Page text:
“What are you doing?” I asked. “Is the lift not working right?”
“I’m trying to fix something. There was this big hole between the lift and the floor upstairs and I saw one of the women get her heel caught in it, so I put a big board there and now it’s shifted and it’s blocking the lift from getting all the way up.”
“Can you fix it?”
“Yes, I just have to move the board.”
“Well, come back down here, I have to talk to you.”
“What about? What’s wrong?” He pushed the down button before I had time to answer.
I sat in one of the chairs at his round library table. He sat facing me in a rocker.
“Dad, Mom is going to have to have another surgery. She’s going in the hospital Tuesday.”
“I was afraid of that. I just told her this morning that something is wrong and somebody needs to fix it. How did they find out about the surgery?”
“You mean what made Dr. Shell think she needed another surgery?”
He nodded. He moved his tongue back and forth in his mouth. He always does that before he tears up.
“Remember he drew fluid off her knee Monday? Well, when the lab tested it, it had lots of white blood cells in it and that usually means there’s infection.” I went on. “Here’s what they’ll do. He’ll take her knee out, and then he’ll put what he calls a spacer in there. And while that’s in there, she won’t be able to walk on it, so she’ll be in a wheelchair. And then, when they’re sure the infection is cleared up, he’ll go back in and give her a new knee.”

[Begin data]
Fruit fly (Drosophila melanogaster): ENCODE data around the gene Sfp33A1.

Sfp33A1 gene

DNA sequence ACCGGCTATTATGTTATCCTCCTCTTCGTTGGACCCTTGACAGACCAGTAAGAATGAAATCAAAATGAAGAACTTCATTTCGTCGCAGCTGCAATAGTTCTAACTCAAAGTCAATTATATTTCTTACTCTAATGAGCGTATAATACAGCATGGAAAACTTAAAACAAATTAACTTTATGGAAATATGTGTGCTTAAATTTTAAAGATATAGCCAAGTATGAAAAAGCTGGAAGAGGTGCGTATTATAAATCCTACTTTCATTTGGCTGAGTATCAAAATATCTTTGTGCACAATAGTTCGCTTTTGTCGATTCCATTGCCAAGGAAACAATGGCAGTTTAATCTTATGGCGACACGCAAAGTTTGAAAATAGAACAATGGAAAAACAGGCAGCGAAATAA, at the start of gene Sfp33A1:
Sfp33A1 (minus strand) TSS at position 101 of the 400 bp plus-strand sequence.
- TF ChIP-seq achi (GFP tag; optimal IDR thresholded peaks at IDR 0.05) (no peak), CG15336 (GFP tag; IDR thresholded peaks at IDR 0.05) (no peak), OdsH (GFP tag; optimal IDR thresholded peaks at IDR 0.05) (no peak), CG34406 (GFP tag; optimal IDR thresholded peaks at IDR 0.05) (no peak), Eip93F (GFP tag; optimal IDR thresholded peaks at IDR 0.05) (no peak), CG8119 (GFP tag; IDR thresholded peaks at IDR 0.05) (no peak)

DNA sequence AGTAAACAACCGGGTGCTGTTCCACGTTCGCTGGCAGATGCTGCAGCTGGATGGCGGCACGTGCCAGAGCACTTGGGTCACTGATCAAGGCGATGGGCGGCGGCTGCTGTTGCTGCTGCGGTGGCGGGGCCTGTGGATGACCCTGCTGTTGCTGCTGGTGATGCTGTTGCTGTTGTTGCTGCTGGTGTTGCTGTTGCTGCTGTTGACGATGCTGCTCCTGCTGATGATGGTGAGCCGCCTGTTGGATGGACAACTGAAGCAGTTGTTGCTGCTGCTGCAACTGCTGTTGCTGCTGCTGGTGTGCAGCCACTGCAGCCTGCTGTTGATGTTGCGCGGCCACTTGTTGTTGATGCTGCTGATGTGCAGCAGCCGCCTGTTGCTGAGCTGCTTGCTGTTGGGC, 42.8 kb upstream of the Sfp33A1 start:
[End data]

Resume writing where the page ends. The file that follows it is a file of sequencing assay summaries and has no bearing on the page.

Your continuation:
He wiped his mouth and I hurried on. “Now, listen, you are going to have to behave yourself. You can’t be crying and carrying on around Mom. Every time you get upset and get to crying and get all depressed, it’s not good for her. SHE’s the one having surgery, and she’s the one we have to think about. So you’ve just got to get hold of yourself. You got to buck up and show her encouragement.”
“I will, I will.”
“Now I know you’re upset right now and you probably need to stay down here until you’re sure you can do okay upstairs.” (I did say that very kindly.)
“Yeah. I won’t go up right now. I have to fix this lift.”
“And I have to try to get all this stuff arranged,” I said.
I patted his shoulder before I left his office. I knew if I hugged him, he really WOULD start crying.
By the time I walked across the patio to The Cellar, Mom was calling.
“Yes, I told him,” I said. “He’ll be fine.”
“Well, where is he?” she asked.
“He’s fixing the lift.”
“You know what I keep thinking about? Remember, Faye [her cousin], laid there in that bed at the nursing home with no knees…..”
“Yes, but you’re not Faye. You have a lot going for you. You have the best doctor, the best hospital, the best home environment, and you have us to take care of you.”